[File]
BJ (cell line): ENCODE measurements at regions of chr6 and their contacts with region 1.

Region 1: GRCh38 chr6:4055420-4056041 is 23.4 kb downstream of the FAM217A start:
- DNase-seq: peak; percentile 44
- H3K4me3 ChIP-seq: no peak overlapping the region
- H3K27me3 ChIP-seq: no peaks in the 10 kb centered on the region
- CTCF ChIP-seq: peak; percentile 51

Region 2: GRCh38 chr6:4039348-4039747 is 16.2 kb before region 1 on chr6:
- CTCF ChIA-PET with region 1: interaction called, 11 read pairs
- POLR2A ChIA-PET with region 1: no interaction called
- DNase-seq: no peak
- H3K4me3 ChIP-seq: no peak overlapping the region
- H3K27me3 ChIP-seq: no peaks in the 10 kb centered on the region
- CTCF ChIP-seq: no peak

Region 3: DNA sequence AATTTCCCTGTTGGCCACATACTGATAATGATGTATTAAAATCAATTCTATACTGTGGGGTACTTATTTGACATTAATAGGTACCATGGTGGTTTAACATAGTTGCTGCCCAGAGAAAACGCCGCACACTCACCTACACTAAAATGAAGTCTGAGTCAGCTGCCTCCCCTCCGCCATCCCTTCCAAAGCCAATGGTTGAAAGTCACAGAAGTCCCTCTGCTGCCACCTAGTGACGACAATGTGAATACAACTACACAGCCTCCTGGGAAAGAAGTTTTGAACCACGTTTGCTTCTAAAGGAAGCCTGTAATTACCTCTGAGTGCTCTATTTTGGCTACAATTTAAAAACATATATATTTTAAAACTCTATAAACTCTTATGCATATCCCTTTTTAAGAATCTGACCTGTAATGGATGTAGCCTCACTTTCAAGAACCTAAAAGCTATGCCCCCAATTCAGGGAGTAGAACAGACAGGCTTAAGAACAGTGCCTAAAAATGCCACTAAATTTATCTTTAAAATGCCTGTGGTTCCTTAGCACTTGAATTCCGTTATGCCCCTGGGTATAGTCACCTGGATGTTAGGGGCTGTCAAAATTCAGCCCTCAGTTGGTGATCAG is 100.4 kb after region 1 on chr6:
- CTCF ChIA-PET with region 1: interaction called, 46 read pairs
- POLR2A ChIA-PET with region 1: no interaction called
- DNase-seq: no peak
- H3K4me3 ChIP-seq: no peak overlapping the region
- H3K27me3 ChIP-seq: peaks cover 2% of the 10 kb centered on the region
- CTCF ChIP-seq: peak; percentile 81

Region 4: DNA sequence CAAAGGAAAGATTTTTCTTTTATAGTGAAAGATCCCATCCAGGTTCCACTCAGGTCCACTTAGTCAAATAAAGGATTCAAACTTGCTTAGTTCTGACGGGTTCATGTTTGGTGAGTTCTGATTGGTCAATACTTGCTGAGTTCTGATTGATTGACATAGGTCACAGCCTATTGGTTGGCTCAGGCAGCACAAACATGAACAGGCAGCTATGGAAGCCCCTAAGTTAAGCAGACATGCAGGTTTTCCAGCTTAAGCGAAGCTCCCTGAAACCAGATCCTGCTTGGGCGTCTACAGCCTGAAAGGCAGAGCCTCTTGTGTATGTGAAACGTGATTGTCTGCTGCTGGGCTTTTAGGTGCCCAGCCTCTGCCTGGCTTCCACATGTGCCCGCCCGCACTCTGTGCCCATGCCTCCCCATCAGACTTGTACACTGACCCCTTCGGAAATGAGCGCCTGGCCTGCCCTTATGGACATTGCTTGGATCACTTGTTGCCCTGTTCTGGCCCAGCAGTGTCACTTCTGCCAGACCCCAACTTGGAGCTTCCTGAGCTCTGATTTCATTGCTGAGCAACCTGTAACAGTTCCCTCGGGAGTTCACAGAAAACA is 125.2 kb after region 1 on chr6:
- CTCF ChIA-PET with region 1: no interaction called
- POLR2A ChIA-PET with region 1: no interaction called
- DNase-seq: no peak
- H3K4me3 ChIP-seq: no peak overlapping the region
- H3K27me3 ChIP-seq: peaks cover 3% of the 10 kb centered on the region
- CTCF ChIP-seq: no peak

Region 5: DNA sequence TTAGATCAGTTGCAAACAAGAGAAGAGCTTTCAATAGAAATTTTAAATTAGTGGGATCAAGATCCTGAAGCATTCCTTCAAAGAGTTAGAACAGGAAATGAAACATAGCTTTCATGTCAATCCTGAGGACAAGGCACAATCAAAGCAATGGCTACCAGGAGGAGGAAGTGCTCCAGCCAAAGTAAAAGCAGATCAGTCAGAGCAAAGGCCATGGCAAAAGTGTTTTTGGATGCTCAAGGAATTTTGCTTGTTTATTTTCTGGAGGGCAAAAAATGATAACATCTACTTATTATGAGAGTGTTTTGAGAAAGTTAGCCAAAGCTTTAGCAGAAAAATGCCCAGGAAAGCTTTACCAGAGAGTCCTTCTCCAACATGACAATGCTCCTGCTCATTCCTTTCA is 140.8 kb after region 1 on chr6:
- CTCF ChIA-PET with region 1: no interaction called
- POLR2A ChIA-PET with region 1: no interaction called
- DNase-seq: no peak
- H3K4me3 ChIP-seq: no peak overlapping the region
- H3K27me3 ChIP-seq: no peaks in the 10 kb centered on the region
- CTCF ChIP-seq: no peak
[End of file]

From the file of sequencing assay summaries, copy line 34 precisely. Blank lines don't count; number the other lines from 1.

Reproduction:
- CTCF ChIP-seq: no peak